Social Distancing Keeps Us Physically Healthy, But What About Our Mental Health?
Lack of Social Interaction Affects Mental Health
Mental health issues are never easy to live with, but there are more resources (and less social stigma) now than in any other time in history. There are also more studies to research mental health and what environmental and social factors impact someone’s wellbeing, such as exercise, sleep, and social interaction.
It’s the impact of the last point that leads many people to struggle during a time of imposed isolation, whether from a global pandemic as we are all experiencing or by physical barriers due to a disability. So, with more people concerned about their own mental health or the health of their family, here are some basic guidelines and recommendations to protect your psychological wellbeing during self-isolation.
Avoid News Reports Containing Speculative Information
With any breaking news, situations can change by the day if not by the hour. While it is important to be informed, sources like the Center for Disease Control and Prevention (CDC) don’t recommend consuming news articles or blogs that insist on new cures, previously unknown symptoms, or other headlines that are not corroborated or that cause you anxiety. Additionally, obsessively checking the news can lead to feelings of hopelessness. If you are a person who naturally consumes a lot of media, consider setting boundaries for yourself of only allowing 30 minutes in the morning and another 30 at night. This way, you aren’t being inundated with depressing headlines and unverified claims. Also, try to balance your consumption of media reports with official government agencies to get a more holistic view.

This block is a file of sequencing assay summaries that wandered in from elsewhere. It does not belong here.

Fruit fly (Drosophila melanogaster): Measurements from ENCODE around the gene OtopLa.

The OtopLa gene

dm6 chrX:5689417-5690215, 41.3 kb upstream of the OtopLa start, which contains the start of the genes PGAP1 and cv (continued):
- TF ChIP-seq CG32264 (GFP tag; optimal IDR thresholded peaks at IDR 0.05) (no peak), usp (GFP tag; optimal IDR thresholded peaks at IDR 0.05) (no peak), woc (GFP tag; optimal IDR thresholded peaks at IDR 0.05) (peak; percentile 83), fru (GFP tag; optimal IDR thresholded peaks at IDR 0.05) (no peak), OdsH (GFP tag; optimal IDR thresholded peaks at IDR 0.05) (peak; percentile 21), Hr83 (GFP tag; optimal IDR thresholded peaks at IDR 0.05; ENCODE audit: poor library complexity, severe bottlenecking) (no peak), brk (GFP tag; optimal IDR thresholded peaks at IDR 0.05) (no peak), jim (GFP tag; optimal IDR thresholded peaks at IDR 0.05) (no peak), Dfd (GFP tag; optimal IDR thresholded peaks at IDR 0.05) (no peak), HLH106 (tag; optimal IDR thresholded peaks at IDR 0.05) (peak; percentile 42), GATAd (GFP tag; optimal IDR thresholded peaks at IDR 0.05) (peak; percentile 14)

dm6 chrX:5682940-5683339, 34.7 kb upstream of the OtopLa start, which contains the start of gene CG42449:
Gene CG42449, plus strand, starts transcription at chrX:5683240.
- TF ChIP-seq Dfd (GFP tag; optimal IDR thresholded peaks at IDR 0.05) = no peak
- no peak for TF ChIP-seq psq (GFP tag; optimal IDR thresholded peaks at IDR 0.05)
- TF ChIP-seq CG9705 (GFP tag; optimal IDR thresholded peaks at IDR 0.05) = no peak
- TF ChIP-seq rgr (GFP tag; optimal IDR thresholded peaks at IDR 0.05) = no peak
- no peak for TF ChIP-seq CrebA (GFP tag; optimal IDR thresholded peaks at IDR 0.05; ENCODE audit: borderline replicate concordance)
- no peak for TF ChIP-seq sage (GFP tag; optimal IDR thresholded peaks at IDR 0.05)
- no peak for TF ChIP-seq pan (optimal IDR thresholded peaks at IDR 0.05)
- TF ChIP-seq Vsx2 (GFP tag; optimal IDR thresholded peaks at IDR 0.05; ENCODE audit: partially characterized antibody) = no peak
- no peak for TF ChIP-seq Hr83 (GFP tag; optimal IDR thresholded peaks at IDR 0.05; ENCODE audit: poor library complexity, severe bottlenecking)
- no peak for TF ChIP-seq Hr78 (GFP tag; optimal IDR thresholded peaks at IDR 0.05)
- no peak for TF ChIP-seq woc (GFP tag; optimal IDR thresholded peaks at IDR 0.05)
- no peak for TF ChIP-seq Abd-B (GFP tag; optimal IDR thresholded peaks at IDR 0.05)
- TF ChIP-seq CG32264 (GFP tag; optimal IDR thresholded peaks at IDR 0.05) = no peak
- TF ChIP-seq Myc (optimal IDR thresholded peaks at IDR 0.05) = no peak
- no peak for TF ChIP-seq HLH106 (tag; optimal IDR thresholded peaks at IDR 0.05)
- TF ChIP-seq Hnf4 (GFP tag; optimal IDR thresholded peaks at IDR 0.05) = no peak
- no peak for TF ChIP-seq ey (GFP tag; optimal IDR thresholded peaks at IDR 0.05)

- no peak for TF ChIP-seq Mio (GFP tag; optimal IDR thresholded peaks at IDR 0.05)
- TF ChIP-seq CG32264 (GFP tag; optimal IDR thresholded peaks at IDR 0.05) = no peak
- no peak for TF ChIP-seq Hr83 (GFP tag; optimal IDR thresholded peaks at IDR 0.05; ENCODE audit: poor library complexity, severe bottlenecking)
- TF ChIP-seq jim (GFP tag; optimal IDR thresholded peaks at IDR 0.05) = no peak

Play Positive Music During the Day
Everyone knows music can affect your mood. That’s why there are playlists for everything from working out to feeling sad. Music has been proven to boost mental performance, reduce stress, manage pain, and some studies even suggest the effects of music can boost memory function and decrease the amount of time it takes to fall asleep.
Sounds pretty great, right? Check out our Make Me Happy Spotify playlist for a mood-booster.
- Better Days - OneRepublic
- From Now On - The Greatest Showman Soundtrack
- Smile - Sidewalk Prophets
- Get Stupid – Aston Merrygold
- Joy - Bastille
- I Want to Break Free - Queen
- Breathin - Ariana Grande
- Run Away With Me - Carly Rae Jepsen
- The Walker - Fitz and the Tantrums
- Still Feel - half*alive
- Purple Hat - SOFI TUKKER
- Sweetest Life - KWAYE
- Can’t Stop the Feeling - Justin Timberlake
- High Hopes - Panic! At the Disco
- Higher Love - Kygo, Whitney Houston
- All Star (Breathe Carolina Remix) - Smash Mouth
- Rescue Me (feat. Alex Newell) - D-Sol
- Like Sugar - Chaka Khan
- Call Me - St. Paul and The Broken Bones
- Sir Duke - Stevie Wonder
- Shooting Stars - Rival Sons
- Post Malone - Sam Feldt
- Beautiful Day - U2
Find Ways of Connecting with Others
Call up friends and family. A lot of people may be hesitant to talk to someone who isn’t their parent or child on the phone, but it often can be more fulfilling than a text message conversation. Since 2014, texting has overshadowed calling on the phone for Americans under 50. But as of late, many people are finding comfort in the sound of familiar, yet different voices (as in, different than the voices you hear each day in your house). So, call up your friends from high school, college, or old workplace. Call a cousin you haven’t seen in a while. Call your siblings. Even a short conversation will help lessen the feeling of isolation by expanding your social circle by 1+.
Mental Health Resources: